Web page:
This is also not meant to be a political post, though I fear some will see it that way. I hope you’ll notice that I am deliberately not taking sides. I am not holding up one political persuasion over another. Now that I’ve piqued your interest, I’ll get on with the post.
Arizona’s New Illegal Immigration Law
In the recent weeks you can’t help but hear something on the TV or radio, or read something in print about the new Arizona illegal immigration law and its subsequent fallout. There is an almost visceral reaction about this issue on both sides of the political coin. But what has happened as a result of that law makes me react in a way that is just as strong.
In addition to the usual channels of political discontent, travel is now being used as a weapon to express disagreement with the laws of another state. Many who disagree with Arizona’s law have decided to boycott travel there.
I wonder if those who begin these travel boycotts realize how important the travel industry is to the economy of a city or state? ANY city or state. I wonder if they care? In an economic climate such as we are dealing with today, why would anyone put jobs on the line? Jobs that have nothing to do with a divisive political decision.
Travel = Jobs
Let’s use Arizona to illustrate this point. The Arizona Office of Tourism says that in 2008 direct travel industry employment was 166,900 with earnings of $5 billion. But it doesn’t stop there. Travel has significant impacts on other segments of the economy as well. Segments like retail and restaurants. If you add in all those other segments, the total employment figure is more like 310,000 with a $10.2 billion payroll. Imagine if those people were out of work! Do you think all those out of work people might have an impact on still more sectors of the economy?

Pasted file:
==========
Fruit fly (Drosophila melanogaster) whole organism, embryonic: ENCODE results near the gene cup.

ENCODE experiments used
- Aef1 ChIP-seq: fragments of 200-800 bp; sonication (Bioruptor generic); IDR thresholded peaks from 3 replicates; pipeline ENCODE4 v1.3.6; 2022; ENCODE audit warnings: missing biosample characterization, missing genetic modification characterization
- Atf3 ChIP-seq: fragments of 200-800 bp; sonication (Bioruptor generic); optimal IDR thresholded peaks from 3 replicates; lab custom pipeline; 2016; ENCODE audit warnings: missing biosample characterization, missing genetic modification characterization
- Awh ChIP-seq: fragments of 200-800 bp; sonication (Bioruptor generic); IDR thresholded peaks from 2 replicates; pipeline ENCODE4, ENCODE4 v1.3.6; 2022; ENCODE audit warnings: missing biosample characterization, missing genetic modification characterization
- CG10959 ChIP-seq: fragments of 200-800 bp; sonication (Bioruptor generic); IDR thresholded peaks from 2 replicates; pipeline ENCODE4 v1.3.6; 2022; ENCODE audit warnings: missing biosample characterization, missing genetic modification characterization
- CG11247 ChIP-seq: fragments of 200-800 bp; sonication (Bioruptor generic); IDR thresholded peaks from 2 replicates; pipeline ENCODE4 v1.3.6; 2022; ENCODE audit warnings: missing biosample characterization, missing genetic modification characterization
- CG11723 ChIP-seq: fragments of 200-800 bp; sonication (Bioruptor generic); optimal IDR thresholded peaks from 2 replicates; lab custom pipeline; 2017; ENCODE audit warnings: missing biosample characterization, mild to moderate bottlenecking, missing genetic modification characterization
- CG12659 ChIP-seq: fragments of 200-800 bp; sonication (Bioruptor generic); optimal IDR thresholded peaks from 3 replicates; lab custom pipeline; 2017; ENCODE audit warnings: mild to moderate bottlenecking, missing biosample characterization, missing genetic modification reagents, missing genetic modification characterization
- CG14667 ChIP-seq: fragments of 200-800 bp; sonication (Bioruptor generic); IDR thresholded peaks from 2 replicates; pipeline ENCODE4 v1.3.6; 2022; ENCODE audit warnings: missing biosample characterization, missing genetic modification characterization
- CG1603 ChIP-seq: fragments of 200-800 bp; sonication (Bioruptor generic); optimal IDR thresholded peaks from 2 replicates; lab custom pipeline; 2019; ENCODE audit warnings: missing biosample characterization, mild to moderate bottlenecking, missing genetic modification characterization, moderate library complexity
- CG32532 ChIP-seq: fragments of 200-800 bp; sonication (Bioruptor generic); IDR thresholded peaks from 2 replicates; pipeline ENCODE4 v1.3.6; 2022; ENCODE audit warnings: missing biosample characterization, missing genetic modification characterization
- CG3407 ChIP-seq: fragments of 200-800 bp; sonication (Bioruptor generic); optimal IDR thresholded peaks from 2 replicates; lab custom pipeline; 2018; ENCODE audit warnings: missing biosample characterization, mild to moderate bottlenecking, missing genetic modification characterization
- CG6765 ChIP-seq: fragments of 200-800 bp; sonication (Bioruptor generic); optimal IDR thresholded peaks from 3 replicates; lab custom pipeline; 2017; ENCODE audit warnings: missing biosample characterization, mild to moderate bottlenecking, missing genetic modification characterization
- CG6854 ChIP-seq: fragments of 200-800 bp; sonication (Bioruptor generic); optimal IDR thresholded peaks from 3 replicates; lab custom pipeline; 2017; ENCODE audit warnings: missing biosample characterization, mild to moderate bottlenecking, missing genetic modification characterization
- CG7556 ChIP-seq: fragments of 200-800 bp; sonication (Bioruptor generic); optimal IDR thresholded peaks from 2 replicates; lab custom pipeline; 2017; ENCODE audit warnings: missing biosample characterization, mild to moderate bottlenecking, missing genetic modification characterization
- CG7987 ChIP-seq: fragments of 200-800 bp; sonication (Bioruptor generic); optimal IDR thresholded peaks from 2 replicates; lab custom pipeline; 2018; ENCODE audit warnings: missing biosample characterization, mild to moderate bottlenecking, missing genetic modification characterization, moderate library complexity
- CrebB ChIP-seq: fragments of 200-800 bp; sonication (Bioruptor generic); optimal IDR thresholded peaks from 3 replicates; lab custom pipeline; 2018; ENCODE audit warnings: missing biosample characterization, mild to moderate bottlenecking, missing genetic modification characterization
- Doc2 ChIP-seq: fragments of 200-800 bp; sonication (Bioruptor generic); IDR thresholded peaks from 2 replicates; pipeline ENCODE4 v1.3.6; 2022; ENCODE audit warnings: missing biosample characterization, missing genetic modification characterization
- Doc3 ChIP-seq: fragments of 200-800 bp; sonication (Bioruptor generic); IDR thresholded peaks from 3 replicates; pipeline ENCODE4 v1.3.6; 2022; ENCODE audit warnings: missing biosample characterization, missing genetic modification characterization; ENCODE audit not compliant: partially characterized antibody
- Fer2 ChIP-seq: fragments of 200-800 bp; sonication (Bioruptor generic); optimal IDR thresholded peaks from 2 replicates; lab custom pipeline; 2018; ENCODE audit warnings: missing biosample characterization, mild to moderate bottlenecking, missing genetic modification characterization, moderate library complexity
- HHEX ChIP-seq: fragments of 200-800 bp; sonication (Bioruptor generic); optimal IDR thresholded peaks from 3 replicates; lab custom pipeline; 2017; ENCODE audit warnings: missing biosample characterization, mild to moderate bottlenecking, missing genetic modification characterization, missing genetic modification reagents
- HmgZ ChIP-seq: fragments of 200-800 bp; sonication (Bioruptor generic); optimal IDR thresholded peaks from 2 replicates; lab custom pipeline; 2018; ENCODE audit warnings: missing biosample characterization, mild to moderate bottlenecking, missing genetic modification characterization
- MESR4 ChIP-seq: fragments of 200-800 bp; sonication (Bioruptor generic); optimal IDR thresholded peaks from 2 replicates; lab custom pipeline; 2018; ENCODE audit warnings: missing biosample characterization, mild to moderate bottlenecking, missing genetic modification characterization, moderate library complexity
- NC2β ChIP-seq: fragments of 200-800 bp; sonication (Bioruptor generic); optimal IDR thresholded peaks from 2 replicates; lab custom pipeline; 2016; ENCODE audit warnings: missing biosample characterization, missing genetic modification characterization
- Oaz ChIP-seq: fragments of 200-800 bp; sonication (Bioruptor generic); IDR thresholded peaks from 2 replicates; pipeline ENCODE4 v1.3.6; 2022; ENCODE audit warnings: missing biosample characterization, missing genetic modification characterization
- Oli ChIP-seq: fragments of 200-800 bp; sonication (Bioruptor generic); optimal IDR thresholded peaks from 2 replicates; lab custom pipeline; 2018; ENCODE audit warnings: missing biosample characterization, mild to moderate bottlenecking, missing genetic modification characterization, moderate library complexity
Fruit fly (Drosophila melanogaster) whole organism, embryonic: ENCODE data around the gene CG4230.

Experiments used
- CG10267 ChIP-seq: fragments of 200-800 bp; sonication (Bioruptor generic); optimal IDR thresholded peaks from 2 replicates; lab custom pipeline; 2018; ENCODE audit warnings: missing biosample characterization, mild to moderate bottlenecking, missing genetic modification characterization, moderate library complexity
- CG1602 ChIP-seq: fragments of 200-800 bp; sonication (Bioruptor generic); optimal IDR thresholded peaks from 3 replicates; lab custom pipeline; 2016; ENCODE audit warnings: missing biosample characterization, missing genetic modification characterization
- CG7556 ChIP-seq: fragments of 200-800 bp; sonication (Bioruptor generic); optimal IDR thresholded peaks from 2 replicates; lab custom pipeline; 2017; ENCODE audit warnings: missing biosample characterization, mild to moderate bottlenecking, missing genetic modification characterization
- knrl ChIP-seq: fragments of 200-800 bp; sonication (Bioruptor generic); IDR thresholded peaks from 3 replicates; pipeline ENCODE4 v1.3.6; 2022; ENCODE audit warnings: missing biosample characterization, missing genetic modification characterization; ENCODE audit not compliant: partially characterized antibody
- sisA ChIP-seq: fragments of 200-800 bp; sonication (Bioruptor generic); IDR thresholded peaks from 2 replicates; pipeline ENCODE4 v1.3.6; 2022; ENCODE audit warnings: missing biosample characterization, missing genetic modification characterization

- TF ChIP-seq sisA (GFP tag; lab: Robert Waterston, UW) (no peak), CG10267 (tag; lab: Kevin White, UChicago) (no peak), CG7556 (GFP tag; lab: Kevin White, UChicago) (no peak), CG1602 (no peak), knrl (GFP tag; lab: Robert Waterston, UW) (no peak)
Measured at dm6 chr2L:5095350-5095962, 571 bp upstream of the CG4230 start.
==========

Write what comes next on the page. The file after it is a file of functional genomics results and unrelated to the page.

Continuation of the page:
But Wait. There’s More
But now this issue is bigger than just Arizona. There are some cities across the country whose city councils are passing official resolutions that boycott the State of Arizona in some way or another. Austin, Columbus, Los Angeles, and Seattle are just a few of the cities that have done this, with more probably to come. As of Friday night, I was made aware of another travel boycott – one on the opposite side of the issue. Now, people who disagree with the actions of these city councils (a.k.a pro Arizona law) are starting travel boycotts of their own against the cities passing these resolutions. It’s as if they are trying to “out boycott” each other.
Visit Seattle is getting a lot of flack on their Facebook page about the Seattle City Council’s decision. The fact is, though, Visit Seattle had absolutely nothing to do with it. Despite that, they are having to deal with this boycott and all the comments about it – in exactly the same way the folks at the Arizona Tourism Office are having to deal with a decision they had nothing to do with.
So let me ask you this. Would you really want to deprive your children (or yourself!) from seeing the Grand Canyon because you don’t agree with a political decision? Really? One of our country’s most famous natural wonders?
Travel brings families together. It can be educational by allowing people to see first-hand where something happened, or by opening your eyes to how other cultures live. It’s relaxing. Hell, it’s fun! Travel is so many things, but it shouldn’t be politicized.
There are countless ways you can express your opinions about the actions of these governmental bodies. Write a letter or make a phone call. Contact your own representatives in Congress and let them know how you feel.
But please, I beg you. Stop using travel as a weapon.
Update (May 25, 2010):
Since first hitting “Publish” on this post a few days ago, I became aware of two more links I wanted to share with you.
The first is a press release from the U.S. Travel Association’s President and CEO, Roger Dow. In this press release Mr. Dow calls for an end to these boycotts, and for us to focus our efforts on resolving the complex issue of immigration reform. And ”not by holding an industry and its 300,000 employees hostage to politics”. Thank you, Mr. Dow. I couldn’t agree more.
The second is an article posted on the Budget Travel website that poses the following question: “Do Travel Boycotts Really Work?”. It’s interesting reading, and I encourage you to do so.